Vitamin C/Zinc lozenges – Sometimes the stress of travel can lower the immune system, not to mention being exposed to different bugs or viruses in new places. Lozenges with vitamin C and zinc are a simple thing to carry for immune boosting and can help with a sore throat or cough as well. Just look for a brand with minimal sweeteners and no coloring.
Natural candied ginger or ginger gum – I love this for motion sickness, on long car rides, windy mountain roads, flights, etc. The ginger helps with nausea, and if you choose the gum, it combats painful ear popping with elevation changes. We also will use a dab of peppermint oil on pulse points. An even more specific oil blend for motion sickness is MotionEaze, which we brought on our round-the-world trip.
Arnica Gel – For kids who are particularly prone to bumps and bruises, arnica is a wonderful homeopathic remedy that helps to relieve pain, swelling and bruising. I apply it whenever someone comes back with something that looks like it’s going to be a doozie and it does help.
I’ve linked to Amazon for most of these products, as this is where I find the best prices on many items. However, I probably shop equally as often at Vitacost. If you’ve never shopped there before (and I highly recommend you check it out – their prices really are very competitive), you can use my referral link to pick up at $10 off coupon, good on any size order.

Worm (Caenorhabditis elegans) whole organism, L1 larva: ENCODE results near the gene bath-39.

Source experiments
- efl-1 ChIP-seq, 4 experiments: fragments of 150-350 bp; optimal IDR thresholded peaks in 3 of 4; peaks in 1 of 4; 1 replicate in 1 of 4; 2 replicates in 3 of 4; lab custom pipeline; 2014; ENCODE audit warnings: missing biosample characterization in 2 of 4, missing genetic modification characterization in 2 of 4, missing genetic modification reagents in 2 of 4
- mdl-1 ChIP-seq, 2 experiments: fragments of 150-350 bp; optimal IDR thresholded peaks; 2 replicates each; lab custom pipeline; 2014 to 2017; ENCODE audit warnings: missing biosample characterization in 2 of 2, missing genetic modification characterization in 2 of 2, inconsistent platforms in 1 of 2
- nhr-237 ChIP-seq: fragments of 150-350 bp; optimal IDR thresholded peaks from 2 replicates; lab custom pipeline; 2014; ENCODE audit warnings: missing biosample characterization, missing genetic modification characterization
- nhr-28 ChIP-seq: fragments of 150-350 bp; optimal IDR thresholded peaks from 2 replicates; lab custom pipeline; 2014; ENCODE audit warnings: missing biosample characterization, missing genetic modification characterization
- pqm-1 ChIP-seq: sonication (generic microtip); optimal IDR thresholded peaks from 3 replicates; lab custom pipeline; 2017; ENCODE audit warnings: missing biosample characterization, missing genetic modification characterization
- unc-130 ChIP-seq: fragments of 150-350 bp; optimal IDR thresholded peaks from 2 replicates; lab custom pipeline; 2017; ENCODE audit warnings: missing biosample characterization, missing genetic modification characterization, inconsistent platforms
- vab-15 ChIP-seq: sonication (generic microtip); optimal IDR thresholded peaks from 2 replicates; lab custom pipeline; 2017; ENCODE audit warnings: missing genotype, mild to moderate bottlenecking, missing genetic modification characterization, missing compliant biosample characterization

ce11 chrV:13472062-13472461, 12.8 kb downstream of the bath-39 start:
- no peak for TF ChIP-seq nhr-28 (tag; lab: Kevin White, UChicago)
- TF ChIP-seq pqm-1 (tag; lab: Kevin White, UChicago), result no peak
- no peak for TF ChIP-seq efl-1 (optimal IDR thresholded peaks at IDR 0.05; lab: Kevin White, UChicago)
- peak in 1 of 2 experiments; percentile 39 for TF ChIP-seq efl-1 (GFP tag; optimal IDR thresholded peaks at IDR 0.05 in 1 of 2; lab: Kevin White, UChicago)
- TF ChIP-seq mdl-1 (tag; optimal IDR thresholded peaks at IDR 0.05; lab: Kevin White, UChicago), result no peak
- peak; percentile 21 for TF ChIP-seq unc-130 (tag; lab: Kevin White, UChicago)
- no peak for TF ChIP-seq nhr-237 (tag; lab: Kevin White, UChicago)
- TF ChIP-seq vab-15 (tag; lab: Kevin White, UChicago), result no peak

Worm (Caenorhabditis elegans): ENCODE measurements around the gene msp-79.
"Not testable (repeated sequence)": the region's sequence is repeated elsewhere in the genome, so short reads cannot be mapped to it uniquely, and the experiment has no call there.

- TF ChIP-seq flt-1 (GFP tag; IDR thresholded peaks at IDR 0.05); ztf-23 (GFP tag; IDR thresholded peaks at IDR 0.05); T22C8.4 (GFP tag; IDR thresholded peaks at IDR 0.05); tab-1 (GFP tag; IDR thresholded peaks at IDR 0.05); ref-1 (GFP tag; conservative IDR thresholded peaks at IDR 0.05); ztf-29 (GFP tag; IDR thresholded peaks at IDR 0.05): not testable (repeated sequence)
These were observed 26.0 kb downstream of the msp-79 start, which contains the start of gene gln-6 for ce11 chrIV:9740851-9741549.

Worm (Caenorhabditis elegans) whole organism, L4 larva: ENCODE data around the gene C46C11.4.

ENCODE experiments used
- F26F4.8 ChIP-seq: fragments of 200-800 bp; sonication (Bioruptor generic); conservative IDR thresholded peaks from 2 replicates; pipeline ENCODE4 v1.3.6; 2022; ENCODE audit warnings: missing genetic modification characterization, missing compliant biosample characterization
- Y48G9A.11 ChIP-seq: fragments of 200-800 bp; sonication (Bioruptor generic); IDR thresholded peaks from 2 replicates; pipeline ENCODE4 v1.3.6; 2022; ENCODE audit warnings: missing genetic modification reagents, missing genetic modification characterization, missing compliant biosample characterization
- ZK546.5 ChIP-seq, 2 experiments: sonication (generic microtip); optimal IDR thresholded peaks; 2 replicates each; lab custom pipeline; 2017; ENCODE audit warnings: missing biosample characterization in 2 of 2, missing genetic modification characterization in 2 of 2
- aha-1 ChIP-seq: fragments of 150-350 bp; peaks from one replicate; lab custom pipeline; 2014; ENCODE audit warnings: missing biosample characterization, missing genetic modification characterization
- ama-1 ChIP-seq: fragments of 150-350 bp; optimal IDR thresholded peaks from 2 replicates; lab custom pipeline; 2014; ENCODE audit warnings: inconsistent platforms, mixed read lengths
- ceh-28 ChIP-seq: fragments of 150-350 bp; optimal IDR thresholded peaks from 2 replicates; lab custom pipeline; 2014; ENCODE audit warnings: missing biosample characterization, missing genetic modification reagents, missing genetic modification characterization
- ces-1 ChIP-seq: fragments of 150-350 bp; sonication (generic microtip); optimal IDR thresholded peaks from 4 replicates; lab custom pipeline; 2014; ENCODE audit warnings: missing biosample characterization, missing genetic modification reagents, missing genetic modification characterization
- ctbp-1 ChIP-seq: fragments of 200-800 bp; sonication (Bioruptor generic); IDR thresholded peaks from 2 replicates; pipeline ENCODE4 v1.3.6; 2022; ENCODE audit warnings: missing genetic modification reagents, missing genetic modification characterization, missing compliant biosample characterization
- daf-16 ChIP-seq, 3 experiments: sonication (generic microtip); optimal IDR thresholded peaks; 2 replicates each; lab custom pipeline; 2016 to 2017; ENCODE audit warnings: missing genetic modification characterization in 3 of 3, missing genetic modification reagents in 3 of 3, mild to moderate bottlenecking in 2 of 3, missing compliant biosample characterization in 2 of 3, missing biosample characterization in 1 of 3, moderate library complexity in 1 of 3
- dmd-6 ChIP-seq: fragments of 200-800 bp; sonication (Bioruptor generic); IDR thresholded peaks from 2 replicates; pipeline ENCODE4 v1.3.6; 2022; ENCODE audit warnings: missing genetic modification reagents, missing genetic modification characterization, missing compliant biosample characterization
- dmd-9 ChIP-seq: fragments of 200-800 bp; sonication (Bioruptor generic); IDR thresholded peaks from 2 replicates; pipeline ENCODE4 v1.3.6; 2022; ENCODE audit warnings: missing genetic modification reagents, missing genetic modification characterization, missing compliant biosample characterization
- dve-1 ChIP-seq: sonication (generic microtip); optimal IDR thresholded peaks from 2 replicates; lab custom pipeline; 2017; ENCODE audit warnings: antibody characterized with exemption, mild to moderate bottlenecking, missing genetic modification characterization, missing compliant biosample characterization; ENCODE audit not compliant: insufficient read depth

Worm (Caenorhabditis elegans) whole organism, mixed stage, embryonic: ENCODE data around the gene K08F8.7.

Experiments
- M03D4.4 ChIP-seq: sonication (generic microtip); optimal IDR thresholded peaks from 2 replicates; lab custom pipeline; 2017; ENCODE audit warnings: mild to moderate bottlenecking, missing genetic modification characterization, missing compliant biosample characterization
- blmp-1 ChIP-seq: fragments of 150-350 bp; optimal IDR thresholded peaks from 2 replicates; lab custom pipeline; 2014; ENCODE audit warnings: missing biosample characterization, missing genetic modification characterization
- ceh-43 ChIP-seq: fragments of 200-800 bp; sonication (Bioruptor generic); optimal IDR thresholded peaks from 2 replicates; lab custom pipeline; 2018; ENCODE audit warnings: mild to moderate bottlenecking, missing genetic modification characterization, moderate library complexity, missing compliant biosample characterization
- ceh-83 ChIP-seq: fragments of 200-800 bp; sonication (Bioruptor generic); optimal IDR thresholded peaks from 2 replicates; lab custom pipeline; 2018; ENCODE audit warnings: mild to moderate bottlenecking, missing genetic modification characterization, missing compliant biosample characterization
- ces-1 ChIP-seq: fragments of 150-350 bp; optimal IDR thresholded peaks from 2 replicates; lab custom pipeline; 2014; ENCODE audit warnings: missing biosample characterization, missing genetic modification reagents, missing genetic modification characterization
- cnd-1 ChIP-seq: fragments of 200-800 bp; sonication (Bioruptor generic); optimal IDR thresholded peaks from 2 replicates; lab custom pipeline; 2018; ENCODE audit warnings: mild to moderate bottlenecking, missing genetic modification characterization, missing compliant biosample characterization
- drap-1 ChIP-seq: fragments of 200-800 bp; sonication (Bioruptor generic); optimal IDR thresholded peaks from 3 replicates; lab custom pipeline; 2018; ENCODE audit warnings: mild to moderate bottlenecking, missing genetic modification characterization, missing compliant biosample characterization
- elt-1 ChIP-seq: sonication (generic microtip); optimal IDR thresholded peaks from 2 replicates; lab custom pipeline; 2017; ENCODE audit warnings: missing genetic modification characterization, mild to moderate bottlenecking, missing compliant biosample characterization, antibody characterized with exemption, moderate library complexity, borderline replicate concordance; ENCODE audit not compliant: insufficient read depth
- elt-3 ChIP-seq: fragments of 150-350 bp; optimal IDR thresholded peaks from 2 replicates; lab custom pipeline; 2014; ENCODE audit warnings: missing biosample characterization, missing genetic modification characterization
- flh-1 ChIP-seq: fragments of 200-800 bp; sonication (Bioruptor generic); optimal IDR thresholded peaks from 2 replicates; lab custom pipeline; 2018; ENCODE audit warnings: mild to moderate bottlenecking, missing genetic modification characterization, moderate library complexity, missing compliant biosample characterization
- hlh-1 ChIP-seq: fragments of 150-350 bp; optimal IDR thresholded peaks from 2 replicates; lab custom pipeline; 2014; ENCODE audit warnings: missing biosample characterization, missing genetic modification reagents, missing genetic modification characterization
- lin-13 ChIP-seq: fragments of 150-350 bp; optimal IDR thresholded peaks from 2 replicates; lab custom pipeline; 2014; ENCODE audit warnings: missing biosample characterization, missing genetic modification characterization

As we’ve traveled, we’ve had a few cuts and scrapes, some headaches, a cut lip, motion sickness, a burn, and the like over the course of this two-week trip, but nothing so major that my little kit couldn’t come to the rescue.
Our trip ends today and though we’re eager to get back home, we’re already scheming where else we might want to visit this summer, like renting a house on the coast with friends, or more camping. I’d love to hear what your own summer plans are!
I really enjoy reading your blog. I also really enjoy this post. I’ve never really had a first aid kit, but than again we don’t often go anywhere. I will certainly be keeping this post to check out some of the items you mentioned. Thanks.
I also really enjoyed reading about your year long trip. I have a question, though. How do you find the money? Do you just charge everything or do you actually make a budget and save the money? We are on a pretty strict budget, my husband is self employed and doesn’t get vacation pay deducted (but we do save for vacations via a sinking fund), and we are just paying off the last little bit of credit card debt we have. We are already investing as well. But honestly, we are married almost 12 years (in June) and we have only gone on big trips twice (within the first half of our marriage) and that was back when we just put them on credit. We live on the Canadian praires. Last summer, our one and only vacation was to go to a family camp for a week (which was awesome) but I have longed to travel and see the world my whole life (my parents never traveled) and I have never been anywhere outside of Canada besides the U.S. Anyway, I know that this isn’t your problem, but I really am curios how you do it.